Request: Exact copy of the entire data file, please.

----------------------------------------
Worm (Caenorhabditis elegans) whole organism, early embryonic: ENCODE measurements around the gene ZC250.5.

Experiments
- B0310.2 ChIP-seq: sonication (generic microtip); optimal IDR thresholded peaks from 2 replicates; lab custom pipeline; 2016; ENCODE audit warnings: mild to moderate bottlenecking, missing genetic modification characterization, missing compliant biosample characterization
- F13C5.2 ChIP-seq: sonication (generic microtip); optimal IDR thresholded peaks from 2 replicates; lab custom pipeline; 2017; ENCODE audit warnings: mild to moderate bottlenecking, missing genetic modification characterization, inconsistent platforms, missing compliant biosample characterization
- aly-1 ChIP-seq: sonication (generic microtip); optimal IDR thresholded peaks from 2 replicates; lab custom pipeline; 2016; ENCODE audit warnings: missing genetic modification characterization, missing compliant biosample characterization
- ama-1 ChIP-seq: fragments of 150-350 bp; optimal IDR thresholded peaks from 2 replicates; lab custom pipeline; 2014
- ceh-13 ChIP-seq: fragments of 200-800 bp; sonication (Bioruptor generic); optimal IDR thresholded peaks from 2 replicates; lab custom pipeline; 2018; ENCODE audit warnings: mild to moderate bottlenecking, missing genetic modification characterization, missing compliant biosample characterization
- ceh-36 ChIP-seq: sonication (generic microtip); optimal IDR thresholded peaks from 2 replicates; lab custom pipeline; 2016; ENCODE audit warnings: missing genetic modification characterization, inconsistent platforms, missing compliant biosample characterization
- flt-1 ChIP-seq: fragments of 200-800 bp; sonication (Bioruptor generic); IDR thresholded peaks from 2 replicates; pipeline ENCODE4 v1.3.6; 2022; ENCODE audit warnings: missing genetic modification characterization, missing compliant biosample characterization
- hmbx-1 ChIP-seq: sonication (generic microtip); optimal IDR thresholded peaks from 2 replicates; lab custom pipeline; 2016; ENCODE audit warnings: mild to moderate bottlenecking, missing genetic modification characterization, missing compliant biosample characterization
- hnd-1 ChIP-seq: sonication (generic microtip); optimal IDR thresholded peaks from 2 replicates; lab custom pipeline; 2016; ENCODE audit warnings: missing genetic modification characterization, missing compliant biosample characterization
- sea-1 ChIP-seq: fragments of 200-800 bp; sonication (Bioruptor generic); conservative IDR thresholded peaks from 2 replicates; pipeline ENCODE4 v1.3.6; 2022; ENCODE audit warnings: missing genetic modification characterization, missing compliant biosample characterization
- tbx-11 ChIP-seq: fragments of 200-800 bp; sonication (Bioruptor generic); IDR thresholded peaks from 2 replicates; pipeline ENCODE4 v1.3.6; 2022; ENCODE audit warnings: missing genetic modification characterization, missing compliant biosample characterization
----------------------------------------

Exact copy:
Worm (Caenorhabditis elegans) whole organism, early embryonic: ENCODE measurements around the gene ZC250.5.

Experiments
- B0310.2 ChIP-seq: sonication (generic microtip); optimal IDR thresholded peaks from 2 replicates; lab custom pipeline; 2016; ENCODE audit warnings: mild to moderate bottlenecking, missing genetic modification characterization, missing compliant biosample characterization
- F13C5.2 ChIP-seq: sonication (generic microtip); optimal IDR thresholded peaks from 2 replicates; lab custom pipeline; 2017; ENCODE audit warnings: mild to moderate bottlenecking, missing genetic modification characterization, inconsistent platforms, missing compliant biosample characterization
- aly-1 ChIP-seq: sonication (generic microtip); optimal IDR thresholded peaks from 2 replicates; lab custom pipeline; 2016; ENCODE audit warnings: missing genetic modification characterization, missing compliant biosample characterization
- ama-1 ChIP-seq: fragments of 150-350 bp; optimal IDR thresholded peaks from 2 replicates; lab custom pipeline; 2014
- ceh-13 ChIP-seq: fragments of 200-800 bp; sonication (Bioruptor generic); optimal IDR thresholded peaks from 2 replicates; lab custom pipeline; 2018; ENCODE audit warnings: mild to moderate bottlenecking, missing genetic modification characterization, missing compliant biosample characterization
- ceh-36 ChIP-seq: sonication (generic microtip); optimal IDR thresholded peaks from 2 replicates; lab custom pipeline; 2016; ENCODE audit warnings: missing genetic modification characterization, inconsistent platforms, missing compliant biosample characterization
- flt-1 ChIP-seq: fragments of 200-800 bp; sonication (Bioruptor generic); IDR thresholded peaks from 2 replicates; pipeline ENCODE4 v1.3.6; 2022; ENCODE audit warnings: missing genetic modification characterization, missing compliant biosample characterization
- hmbx-1 ChIP-seq: sonication (generic microtip); optimal IDR thresholded peaks from 2 replicates; lab custom pipeline; 2016; ENCODE audit warnings: mild to moderate bottlenecking, missing genetic modification characterization, missing compliant biosample characterization
- hnd-1 ChIP-seq: sonication (generic microtip); optimal IDR thresholded peaks from 2 replicates; lab custom pipeline; 2016; ENCODE audit warnings: missing genetic modification characterization, missing compliant biosample characterization
- sea-1 ChIP-seq: fragments of 200-800 bp; sonication (Bioruptor generic); conservative IDR thresholded peaks from 2 replicates; pipeline ENCODE4 v1.3.6; 2022; ENCODE audit warnings: missing genetic modification characterization, missing compliant biosample characterization
- tbx-11 ChIP-seq: fragments of 200-800 bp; sonication (Bioruptor generic); IDR thresholded peaks from 2 replicates; pipeline ENCODE4 v1.3.6; 2022; ENCODE audit warnings: missing genetic modification characterization, missing compliant biosample characterization